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Tackling the link between housing and mental health, Fairfield County nonprofits join forces

Linda Autore, president and CEO of Laurel House, offering housing assistance to people experiencing mental illness, speaks to an attendee after a mental health panel held with several nonprofit organizations at Christ & Holy Trinity Church in Westport, Connecticut June 21, 2024.
Eddy Martinez
/
Connecticut Public
Linda Autore, president and CEO of Laurel House, offering housing assistance to people experiencing mental illness, speaks to an attendee after a mental health panel held with several nonprofit organizations at Christ & Holy Trinity Church in Westport, Connecticut June 21, 2024.

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Getting out of homelessness is hard enough, and staying out of it can be just as difficult, but it can be done.

That’s according to Linda Autore, the CEO and president of Laurel House, which offers housing assistance for people suffering from housing insecurity and dealing with mental illness.

“Sometimes people come to us who are in real distress, and so we remediate from that and help them build the skills they need to cope and just maintain daily living,” Autore said.

Finding mental health care and housing is possible, provided someone knows where to look for help, which Autore says even other nonprofits struggle to navigate. She was one of several speakers at a recent mental health panel hosted by the Housing Collective in Westport, which aimed to connect nonprofits with other resources from medical providers.

How housing insecurity affects mental health

The need continues to increase for wrap-around services addressing the links between housing insecurity and mental illness, according to local nonprofit leaders.

Last year, an analysis of U.S. Department of Housing and Urban Development data showed a greater share of the homeless population now suffers from severe mental illness, compared to before the COVID-19 pandemic.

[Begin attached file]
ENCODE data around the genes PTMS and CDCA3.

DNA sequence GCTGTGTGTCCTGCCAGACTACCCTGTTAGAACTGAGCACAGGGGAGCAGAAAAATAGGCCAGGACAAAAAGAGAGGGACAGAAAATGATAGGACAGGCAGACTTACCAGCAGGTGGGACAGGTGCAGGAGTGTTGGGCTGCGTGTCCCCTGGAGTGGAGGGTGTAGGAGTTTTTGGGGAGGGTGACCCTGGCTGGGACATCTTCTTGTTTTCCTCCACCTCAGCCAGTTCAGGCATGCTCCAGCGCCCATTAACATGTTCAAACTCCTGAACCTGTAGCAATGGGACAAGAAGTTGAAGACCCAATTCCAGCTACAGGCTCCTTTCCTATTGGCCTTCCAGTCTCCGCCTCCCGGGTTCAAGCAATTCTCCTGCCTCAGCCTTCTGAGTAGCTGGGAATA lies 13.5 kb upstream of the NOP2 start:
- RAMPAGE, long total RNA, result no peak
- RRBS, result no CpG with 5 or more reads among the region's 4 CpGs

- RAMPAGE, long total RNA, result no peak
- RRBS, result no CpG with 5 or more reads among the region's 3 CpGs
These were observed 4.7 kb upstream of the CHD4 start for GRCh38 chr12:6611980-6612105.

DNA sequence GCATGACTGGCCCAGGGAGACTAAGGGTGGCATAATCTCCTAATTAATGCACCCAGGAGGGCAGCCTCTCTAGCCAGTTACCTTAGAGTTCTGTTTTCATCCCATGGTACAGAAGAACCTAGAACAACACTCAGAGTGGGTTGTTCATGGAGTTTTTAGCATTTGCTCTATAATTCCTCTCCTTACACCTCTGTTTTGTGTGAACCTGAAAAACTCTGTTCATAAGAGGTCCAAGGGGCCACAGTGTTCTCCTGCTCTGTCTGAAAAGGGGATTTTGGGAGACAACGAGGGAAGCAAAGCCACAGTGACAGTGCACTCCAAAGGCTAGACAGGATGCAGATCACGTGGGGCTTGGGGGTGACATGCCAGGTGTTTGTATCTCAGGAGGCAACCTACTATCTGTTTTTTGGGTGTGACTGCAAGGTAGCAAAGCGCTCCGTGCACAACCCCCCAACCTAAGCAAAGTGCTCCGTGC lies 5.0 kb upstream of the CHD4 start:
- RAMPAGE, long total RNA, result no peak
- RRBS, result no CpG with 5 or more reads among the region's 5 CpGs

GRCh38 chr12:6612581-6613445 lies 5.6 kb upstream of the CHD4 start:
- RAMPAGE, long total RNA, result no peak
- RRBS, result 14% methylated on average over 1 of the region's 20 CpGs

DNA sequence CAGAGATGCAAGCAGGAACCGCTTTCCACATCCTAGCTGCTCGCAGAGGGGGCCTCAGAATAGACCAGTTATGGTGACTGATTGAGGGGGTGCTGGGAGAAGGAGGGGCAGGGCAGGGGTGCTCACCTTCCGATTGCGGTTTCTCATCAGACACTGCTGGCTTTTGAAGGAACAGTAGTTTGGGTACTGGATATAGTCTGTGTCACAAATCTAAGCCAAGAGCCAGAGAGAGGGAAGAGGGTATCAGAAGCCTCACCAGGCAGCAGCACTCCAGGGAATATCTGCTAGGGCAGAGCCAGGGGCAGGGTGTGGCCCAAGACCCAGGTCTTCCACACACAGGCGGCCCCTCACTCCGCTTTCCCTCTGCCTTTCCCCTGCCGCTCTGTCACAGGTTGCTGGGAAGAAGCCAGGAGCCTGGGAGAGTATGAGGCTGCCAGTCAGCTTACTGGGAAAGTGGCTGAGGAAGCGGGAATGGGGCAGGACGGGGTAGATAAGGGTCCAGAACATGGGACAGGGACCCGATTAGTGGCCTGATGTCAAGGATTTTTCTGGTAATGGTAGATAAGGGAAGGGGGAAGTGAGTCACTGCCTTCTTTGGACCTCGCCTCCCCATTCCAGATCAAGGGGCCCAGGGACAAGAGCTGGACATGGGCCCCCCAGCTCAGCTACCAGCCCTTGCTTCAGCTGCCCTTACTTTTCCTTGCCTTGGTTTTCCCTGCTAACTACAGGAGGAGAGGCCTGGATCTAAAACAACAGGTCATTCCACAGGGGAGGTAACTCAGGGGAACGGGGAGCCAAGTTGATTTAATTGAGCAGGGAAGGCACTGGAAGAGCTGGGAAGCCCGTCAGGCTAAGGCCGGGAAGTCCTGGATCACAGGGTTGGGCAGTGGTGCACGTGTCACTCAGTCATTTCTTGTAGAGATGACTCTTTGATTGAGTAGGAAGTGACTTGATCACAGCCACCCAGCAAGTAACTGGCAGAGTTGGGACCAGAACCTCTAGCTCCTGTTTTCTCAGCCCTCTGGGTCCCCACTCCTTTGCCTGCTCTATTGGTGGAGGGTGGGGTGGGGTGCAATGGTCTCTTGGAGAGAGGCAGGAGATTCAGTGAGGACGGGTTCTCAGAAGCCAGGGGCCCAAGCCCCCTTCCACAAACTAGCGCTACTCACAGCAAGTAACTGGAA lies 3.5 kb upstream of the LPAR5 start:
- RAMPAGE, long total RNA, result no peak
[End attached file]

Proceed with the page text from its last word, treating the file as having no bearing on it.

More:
According to a 2020 study published in the journal BJPsych Bulletin, people with mental illness are not more likely to experience homelessness compared to the general population, but homelessness can exacerbate mental health issues. Suicides are more likely within the homeless population and poverty can cause and exacerbate anxiety and depression.

Building awareness of housing and health services available in Fairfield County, where home prices have increased by nearly one-third since 2020 and rents are up an average of 22%, is increasingly important.

“We have the same problem that anybody in the state of Connecticut has right now, that the cost of living and just the lack of an inventory, an appropriate inventory, of apartments,” Autore said.

Groups like Autore's Laurel House also help people experiencing homelessness or facing housing insecurity by connecting them to apartments accepting Section 8 vouchers, which she says are in short supply.

Building community

Several nonprofits in Fairfield County said they’ve faced difficulty connecting clients with referrals to meet their needs. That's something Jessica Kubicki, the chief innovation officer at the Housing Collective, a housing advocacy group based in Bridgeport, is trying to address.

“That's why we focused on networking before the event and after the event,” Kubicki said. “Over the last couple years [we heard of] clients struggling when they're already in housing with their mental health, and providers feeling like they didn't know which [housing] resources to tap into."

Find resources in Fairfield County: 

  • Norwalk Community Health Center- Nonprofit health care facility providing affordable medical care for the uninsured, which also accepts patients with insurance.
  • Bridge House - Bridgeport-based organization providing a variety of services for people suffering from mental illness, including housing support.
  • Laurel House - Stamford-based organization providing a variety of services for people suffering from mental illness, including housing support.

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